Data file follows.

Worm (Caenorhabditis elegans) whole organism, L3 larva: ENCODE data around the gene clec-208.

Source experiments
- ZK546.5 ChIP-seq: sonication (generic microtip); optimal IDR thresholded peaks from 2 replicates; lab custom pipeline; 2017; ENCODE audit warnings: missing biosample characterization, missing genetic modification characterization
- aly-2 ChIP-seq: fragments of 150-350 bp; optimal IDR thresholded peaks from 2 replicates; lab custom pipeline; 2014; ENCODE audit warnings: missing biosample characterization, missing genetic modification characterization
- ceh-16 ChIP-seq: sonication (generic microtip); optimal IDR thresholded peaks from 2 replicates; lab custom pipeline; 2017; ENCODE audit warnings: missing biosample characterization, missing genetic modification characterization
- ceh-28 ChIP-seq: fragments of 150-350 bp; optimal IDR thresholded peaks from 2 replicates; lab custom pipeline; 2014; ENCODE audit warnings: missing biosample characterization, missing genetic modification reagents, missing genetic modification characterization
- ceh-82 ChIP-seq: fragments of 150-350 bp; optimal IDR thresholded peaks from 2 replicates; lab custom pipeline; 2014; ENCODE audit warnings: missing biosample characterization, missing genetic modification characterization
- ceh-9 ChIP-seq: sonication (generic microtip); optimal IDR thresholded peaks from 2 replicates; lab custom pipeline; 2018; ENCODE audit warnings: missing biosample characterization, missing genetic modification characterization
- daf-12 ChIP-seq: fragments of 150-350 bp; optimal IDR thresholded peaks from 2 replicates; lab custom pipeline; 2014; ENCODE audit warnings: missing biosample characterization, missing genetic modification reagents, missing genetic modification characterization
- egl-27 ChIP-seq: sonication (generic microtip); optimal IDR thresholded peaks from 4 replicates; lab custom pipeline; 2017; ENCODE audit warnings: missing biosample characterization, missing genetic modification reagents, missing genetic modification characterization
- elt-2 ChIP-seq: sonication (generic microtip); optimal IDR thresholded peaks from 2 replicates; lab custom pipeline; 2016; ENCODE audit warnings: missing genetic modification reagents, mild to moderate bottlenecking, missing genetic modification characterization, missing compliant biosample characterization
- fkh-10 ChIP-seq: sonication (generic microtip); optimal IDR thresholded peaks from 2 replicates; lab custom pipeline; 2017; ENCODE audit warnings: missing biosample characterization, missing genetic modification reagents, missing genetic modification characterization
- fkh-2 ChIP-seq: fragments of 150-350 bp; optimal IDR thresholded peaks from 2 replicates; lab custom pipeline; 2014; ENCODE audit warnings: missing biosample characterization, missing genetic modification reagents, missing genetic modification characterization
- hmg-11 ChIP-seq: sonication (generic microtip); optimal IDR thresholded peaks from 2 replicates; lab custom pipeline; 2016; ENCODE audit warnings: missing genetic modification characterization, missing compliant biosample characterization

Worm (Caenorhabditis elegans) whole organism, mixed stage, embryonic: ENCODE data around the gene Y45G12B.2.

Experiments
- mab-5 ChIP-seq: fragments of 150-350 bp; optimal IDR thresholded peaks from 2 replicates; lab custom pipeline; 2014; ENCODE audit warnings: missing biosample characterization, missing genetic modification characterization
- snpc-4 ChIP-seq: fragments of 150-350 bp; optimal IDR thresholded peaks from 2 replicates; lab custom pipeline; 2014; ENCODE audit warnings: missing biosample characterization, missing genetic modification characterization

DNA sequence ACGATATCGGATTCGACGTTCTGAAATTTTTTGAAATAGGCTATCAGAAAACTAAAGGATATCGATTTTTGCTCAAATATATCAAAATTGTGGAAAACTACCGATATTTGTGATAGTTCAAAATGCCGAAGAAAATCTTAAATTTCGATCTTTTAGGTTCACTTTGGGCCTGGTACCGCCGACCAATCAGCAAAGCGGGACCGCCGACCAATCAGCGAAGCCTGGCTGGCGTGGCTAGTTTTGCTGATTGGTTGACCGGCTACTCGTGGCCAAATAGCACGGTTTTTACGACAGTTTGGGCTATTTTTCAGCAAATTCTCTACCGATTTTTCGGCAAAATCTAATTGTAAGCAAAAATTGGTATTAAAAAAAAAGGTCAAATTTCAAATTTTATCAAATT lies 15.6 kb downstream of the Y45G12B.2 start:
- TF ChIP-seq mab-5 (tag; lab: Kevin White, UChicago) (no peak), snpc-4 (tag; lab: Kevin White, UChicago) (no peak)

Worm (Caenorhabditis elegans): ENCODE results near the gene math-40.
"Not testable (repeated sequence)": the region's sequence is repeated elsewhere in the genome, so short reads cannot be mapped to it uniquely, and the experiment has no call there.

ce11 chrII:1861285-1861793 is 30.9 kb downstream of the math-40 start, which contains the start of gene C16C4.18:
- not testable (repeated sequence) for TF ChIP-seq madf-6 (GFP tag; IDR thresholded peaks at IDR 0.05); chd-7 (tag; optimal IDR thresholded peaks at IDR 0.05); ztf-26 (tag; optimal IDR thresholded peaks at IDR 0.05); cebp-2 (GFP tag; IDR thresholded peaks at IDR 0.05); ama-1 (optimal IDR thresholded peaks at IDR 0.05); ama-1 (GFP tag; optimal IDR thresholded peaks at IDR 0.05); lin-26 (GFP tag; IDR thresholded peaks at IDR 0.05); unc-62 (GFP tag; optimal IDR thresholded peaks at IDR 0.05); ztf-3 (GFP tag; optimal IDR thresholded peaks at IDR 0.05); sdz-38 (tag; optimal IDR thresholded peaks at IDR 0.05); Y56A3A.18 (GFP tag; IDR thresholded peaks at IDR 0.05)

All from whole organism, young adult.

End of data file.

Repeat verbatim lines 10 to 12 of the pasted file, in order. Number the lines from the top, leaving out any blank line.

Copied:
- egl-27 ChIP-seq: sonication (generic microtip); optimal IDR thresholded peaks from 4 replicates; lab custom pipeline; 2017; ENCODE audit warnings: missing biosample characterization, missing genetic modification reagents, missing genetic modification characterization
- elt-2 ChIP-seq: sonication (generic microtip); optimal IDR thresholded peaks from 2 replicates; lab custom pipeline; 2016; ENCODE audit warnings: missing genetic modification reagents, mild to moderate bottlenecking, missing genetic modification characterization, missing compliant biosample characterization
- fkh-10 ChIP-seq: sonication (generic microtip); optimal IDR thresholded peaks from 2 replicates; lab custom pipeline; 2017; ENCODE audit warnings: missing biosample characterization, missing genetic modification reagents, missing genetic modification characterization